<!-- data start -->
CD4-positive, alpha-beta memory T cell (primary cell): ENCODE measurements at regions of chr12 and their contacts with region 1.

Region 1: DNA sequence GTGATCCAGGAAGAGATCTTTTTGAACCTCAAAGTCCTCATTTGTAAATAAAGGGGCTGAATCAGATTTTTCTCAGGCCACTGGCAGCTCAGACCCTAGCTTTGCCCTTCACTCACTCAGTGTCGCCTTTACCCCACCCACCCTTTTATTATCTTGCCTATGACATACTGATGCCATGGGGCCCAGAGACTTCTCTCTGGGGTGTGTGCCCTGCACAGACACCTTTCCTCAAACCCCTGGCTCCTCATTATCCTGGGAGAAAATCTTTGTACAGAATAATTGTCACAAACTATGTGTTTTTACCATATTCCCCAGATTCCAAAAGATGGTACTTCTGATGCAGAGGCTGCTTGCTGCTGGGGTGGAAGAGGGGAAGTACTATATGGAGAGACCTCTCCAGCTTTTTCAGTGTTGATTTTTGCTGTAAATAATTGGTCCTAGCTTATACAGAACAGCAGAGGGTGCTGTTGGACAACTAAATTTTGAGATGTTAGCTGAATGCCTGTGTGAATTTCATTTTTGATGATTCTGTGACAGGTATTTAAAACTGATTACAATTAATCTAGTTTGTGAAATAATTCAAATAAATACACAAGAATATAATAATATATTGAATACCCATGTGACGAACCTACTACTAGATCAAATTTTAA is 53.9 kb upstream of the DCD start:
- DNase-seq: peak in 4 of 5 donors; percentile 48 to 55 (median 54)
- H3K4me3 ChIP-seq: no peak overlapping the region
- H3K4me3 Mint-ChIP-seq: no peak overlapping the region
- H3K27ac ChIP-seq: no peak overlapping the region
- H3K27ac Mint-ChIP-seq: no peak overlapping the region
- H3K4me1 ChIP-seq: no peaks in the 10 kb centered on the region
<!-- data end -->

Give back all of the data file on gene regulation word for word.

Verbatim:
CD4-positive, alpha-beta memory T cell (primary cell): ENCODE measurements at regions of chr12 and their contacts with region 1.

Region 1: DNA sequence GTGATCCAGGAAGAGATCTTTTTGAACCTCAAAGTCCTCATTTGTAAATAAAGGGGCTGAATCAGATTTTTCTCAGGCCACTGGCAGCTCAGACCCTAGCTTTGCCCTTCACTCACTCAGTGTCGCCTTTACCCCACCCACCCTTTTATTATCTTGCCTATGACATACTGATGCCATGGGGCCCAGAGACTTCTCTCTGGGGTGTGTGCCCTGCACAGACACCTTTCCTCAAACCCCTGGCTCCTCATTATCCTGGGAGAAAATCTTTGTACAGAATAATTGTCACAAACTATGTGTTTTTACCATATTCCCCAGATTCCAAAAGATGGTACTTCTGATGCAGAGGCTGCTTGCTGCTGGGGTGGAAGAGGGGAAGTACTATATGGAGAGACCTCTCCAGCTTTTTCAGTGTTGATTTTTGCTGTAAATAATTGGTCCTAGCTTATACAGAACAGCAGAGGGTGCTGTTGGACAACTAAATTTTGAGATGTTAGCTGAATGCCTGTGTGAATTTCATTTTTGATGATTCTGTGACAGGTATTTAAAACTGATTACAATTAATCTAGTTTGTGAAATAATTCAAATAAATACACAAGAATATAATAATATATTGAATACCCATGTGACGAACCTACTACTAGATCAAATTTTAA is 53.9 kb upstream of the DCD start:
- DNase-seq: peak in 4 of 5 donors; percentile 48 to 55 (median 54)
- H3K4me3 ChIP-seq: no peak overlapping the region
- H3K4me3 Mint-ChIP-seq: no peak overlapping the region
- H3K27ac ChIP-seq: no peak overlapping the region
- H3K27ac Mint-ChIP-seq: no peak overlapping the region
- H3K4me1 ChIP-seq: no peaks in the 10 kb centered on the region